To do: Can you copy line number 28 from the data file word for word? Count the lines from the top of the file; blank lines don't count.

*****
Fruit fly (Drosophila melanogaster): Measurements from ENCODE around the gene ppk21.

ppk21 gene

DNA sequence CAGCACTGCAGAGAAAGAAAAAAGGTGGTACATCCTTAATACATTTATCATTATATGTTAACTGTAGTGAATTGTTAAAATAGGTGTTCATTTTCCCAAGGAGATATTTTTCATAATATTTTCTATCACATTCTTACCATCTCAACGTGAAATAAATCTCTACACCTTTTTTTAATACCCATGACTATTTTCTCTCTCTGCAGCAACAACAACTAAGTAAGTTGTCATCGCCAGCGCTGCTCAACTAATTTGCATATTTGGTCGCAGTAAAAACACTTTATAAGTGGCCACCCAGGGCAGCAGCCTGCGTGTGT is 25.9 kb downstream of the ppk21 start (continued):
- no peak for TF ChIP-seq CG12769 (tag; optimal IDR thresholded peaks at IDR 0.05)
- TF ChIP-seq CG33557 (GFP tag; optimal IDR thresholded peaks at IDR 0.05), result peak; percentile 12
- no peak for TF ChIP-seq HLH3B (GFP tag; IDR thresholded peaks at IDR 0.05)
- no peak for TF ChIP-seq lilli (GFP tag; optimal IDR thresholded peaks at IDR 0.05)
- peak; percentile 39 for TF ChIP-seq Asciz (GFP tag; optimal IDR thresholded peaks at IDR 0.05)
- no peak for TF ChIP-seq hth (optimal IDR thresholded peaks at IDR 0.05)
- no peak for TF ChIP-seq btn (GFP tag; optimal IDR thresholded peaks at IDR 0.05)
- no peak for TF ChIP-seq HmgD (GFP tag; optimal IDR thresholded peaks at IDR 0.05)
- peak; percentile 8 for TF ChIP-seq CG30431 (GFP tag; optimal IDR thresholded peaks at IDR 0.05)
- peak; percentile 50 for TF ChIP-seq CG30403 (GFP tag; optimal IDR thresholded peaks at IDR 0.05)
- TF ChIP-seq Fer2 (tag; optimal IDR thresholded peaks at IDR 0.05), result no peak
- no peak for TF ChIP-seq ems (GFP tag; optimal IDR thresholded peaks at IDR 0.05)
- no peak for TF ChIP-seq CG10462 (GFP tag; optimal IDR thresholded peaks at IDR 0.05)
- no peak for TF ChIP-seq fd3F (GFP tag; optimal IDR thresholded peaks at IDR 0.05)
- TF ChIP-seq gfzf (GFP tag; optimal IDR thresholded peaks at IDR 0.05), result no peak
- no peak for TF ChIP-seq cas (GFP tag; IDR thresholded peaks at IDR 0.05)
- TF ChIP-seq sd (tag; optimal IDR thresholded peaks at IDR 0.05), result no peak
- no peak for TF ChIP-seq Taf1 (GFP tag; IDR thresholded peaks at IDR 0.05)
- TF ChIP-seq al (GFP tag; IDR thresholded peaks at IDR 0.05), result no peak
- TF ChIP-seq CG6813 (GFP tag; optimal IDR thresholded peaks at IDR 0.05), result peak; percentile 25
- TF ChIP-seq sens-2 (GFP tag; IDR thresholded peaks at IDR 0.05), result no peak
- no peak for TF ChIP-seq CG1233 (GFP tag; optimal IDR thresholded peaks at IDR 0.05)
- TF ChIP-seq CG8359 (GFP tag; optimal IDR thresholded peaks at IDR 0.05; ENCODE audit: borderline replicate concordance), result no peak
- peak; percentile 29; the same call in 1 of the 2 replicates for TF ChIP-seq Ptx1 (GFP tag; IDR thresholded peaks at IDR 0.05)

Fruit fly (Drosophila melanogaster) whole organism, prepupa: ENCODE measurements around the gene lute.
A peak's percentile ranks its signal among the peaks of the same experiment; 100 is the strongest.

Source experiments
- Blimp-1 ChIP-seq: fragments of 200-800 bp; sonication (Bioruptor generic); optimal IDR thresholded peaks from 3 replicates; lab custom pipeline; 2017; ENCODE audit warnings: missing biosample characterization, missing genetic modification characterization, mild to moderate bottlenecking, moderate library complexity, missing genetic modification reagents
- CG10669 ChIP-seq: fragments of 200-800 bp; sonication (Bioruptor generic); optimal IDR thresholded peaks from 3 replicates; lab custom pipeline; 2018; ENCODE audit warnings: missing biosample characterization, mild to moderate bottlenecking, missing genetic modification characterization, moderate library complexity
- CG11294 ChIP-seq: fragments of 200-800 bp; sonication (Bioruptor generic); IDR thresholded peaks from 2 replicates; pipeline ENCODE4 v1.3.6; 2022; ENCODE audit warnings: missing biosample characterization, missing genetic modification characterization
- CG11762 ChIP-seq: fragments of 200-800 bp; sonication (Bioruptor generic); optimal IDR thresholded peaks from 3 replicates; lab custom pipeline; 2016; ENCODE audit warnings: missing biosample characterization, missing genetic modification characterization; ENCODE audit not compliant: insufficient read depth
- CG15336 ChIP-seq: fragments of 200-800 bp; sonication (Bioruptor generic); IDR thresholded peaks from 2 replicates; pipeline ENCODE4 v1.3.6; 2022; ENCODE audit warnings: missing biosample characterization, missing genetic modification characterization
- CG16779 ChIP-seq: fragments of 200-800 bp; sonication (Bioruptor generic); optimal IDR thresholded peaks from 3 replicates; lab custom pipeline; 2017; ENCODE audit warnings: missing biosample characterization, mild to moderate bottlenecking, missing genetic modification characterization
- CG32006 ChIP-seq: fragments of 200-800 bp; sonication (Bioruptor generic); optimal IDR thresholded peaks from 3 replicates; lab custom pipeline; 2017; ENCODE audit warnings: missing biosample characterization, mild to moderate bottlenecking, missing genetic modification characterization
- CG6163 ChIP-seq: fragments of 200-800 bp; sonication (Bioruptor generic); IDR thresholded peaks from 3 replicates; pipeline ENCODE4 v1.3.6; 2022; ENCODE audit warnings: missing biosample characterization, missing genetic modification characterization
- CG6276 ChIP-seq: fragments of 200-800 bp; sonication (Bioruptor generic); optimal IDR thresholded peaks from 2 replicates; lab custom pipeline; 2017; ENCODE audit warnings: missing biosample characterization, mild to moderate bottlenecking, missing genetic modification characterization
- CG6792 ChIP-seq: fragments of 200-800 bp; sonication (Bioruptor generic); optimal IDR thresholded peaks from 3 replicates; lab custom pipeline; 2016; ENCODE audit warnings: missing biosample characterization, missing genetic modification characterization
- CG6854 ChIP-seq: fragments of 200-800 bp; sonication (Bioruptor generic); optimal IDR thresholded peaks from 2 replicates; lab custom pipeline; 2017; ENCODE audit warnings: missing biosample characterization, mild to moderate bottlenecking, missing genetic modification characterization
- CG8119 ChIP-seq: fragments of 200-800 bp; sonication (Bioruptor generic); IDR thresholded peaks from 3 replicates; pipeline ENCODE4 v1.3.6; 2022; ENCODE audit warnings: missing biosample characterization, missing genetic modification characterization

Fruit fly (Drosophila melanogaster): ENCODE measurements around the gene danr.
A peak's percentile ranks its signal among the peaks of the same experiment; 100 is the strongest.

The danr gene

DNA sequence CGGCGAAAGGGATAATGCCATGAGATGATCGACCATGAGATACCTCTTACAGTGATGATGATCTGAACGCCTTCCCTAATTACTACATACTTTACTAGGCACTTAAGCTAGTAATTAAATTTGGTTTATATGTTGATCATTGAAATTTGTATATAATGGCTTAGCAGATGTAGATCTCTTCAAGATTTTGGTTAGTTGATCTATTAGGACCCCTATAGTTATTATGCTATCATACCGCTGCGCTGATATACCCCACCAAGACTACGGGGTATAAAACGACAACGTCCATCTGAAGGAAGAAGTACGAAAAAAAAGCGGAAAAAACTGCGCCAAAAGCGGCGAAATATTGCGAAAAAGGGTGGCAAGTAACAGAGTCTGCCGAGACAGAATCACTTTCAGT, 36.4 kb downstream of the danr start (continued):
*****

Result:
Fruit fly (Drosophila melanogaster) whole organism, prepupa: ENCODE measurements around the gene lute.